It's nearly eleven on a Wednesday and I need to shake the restlessness that's consuming me. After aimlessly scrolling, I saw that I could finally listen to Blink-182's new album, Nine. I plugged my headphones into my iPhone SE and lied supine on my bed, eyes closed, fully prepared to soak in every note and melody of the fist track.

The first time I ever heard a Blink-182 record, it was in the back of my aunt's car in the early 00s. My favorite cousin is sharing her earbuds to expose me to some of her favorite pop-punk CDs (I think maybe Take Off Your Pants And Jacket is in the CD player, which to this day remains my favorite Blink album). I remember it felt like magic hearing the fast pop-punk beats, moody and ostentatious lyrics ("If we're fucked up, you're to blame!"). There was a magnificent catchiness to it all, and I connected to it immediately.

Back in the present, I open my eyes after the first chorus wraps up, "There ain't nothing like the first time." Feeling motivated by the sentiment and the novelty of the situation, I grab my Harrington jacket and head for the door. I enjoyed my first playthrough of Foxing's latest album this time last year and thought it might do me some good to breathe in the summer before the snow and ice envelops the city and chokes my favorite fragrances from the air.

I walked to the park and found myself drawn to the small baseball diamond drenched under the glow of brightly-lit stadium lights.

Some objects seem to transcend time and space. They evoke vivid, visceral memories and are capable of conjuring ghosts of all my former selves. I walked a scene that could be from any city in the world, and when my foot makes contact with the thin, striated sheets of metal bleachers, the material reverberates through my body in a way so distinct and so familiar, it's as if the vibrations are rippling through time, itself.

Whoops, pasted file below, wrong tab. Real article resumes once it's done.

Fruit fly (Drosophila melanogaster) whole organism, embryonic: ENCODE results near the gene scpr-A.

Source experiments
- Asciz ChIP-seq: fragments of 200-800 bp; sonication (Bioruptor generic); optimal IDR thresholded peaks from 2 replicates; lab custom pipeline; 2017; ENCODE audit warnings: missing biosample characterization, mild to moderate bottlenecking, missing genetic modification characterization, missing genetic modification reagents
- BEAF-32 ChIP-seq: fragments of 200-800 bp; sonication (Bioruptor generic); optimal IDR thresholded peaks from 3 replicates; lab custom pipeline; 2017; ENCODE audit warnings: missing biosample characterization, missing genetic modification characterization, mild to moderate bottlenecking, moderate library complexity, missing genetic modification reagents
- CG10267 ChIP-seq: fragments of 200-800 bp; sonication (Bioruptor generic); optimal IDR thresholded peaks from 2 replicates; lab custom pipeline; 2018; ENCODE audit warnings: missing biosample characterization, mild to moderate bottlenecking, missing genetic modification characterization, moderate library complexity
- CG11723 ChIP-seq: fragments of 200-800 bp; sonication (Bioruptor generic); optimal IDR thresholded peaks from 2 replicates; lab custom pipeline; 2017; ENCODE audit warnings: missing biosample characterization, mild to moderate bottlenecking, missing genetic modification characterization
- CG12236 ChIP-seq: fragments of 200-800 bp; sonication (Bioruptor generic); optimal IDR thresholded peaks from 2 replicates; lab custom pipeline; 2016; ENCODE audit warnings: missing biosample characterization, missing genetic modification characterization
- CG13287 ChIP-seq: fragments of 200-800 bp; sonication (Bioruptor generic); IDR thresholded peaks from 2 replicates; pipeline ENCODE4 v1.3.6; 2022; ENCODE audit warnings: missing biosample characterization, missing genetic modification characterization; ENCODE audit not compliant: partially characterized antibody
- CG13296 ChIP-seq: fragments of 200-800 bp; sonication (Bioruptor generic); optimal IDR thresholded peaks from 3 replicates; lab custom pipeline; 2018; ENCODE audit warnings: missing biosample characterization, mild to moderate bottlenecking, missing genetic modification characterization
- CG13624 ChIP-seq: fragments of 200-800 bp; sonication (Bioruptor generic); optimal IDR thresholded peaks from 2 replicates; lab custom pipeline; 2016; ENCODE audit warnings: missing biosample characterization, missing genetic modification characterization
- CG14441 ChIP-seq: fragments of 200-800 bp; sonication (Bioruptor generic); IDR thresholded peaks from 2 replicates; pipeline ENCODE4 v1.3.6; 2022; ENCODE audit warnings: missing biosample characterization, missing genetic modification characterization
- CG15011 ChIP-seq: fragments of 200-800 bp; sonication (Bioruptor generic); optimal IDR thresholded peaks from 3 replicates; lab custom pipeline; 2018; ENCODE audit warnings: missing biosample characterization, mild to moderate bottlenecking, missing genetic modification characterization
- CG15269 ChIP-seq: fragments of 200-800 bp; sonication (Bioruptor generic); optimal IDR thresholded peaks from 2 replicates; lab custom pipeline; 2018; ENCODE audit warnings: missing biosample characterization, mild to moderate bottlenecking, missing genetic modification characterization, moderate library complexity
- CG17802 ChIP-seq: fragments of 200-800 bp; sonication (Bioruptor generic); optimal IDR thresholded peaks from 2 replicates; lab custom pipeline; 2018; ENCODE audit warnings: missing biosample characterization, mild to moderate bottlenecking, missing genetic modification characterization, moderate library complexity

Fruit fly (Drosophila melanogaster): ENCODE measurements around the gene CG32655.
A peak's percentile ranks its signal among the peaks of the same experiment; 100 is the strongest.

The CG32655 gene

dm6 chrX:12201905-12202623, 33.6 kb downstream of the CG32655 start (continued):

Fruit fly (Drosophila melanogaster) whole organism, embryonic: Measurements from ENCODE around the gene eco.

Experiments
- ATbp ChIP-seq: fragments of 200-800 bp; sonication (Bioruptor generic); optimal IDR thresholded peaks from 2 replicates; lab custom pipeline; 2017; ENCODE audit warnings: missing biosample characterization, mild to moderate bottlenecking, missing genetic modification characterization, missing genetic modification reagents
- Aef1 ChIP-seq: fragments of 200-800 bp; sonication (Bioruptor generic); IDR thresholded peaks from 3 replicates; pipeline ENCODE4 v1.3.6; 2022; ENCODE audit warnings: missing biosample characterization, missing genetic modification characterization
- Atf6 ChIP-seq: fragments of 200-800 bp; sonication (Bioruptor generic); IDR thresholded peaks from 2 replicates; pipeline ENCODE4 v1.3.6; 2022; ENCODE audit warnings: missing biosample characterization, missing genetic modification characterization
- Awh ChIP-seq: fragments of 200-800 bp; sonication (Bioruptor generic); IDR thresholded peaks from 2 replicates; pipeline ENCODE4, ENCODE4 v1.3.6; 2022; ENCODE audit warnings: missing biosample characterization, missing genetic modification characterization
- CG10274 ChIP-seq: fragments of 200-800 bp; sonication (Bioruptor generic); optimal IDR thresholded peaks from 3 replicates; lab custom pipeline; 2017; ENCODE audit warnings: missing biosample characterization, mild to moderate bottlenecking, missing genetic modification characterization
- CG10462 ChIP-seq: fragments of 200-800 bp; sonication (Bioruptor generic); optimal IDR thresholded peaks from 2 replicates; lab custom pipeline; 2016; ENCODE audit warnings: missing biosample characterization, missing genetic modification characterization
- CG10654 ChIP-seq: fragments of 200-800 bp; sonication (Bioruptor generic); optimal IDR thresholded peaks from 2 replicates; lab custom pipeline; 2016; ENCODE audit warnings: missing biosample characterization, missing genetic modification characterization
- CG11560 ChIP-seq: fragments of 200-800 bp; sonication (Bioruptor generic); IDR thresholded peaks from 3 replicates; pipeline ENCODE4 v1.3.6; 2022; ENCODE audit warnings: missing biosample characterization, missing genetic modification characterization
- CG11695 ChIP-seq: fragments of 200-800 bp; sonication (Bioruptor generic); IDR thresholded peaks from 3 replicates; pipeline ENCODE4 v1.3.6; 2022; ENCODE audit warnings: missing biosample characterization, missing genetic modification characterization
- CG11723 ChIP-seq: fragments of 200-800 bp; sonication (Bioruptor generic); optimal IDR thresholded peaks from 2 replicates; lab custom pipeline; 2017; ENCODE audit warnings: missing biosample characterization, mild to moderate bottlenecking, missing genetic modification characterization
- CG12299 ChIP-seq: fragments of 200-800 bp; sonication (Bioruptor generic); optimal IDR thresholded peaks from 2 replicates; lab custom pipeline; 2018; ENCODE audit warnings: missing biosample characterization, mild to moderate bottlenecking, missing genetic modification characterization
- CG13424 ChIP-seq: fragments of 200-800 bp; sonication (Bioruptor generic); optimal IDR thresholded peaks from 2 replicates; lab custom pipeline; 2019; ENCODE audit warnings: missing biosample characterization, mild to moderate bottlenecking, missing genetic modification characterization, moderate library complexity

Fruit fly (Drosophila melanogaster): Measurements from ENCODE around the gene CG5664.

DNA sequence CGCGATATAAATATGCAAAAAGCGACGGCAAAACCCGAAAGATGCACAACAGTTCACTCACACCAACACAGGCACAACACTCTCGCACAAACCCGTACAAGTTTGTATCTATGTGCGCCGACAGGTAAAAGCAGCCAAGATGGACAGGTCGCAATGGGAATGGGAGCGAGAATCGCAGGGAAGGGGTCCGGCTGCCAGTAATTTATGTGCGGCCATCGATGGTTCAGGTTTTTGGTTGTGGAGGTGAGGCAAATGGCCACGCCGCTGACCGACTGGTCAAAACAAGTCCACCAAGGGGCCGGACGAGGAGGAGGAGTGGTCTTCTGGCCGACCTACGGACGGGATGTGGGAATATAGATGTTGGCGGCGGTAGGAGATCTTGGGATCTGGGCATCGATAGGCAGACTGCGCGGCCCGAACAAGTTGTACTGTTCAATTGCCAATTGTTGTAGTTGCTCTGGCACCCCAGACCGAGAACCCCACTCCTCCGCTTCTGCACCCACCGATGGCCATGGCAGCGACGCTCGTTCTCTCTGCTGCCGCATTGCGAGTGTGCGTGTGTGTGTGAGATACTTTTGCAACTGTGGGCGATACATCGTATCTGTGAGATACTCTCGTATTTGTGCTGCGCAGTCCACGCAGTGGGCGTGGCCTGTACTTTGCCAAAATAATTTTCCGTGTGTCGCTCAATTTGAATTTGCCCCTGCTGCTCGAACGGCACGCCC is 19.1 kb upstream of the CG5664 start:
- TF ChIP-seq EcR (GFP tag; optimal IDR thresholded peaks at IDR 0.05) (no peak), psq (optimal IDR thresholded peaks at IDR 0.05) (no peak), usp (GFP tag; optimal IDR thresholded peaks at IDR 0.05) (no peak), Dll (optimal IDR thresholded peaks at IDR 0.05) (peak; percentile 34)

Suddenly and simultaneously, I'm the college freshman lying on my new college's soccer field under the stars with my new friends from the dorm down the hall. I'm the high school boy at my sister's away game, sitting on the bleachers with a black Jensen CD player, New Found Glory's Sticks And Stones spinning inside while I'm hanging on every word of "Understatement" and hoping my AA batteries hold out through the game.

It feels like the majority of the intense feelings I experience in my life these days are nostalgia trips to distant memories that felt wholly insignificant at the time I lived them. A lonely walk on a quiet summer night lets me relive so many nights like this one, all at once.

"Just another night before I'm lost and all alone. If you're going to kill me, baby, please just do it slow. Hey, wait, pin the grenade; if you don't love me, lie to my face."

It's eleven. The baseball diamond's lights fade into darkness without warning, and fittingly, moments later the last album track, "Remember To Forget Me" plays its final note. I spend a moment in the stillness with my thoughts and restart the album. Mark and Matt begin again, "There ain't nothing like the first time." But now it's my second playthrough, and I'm walking back home.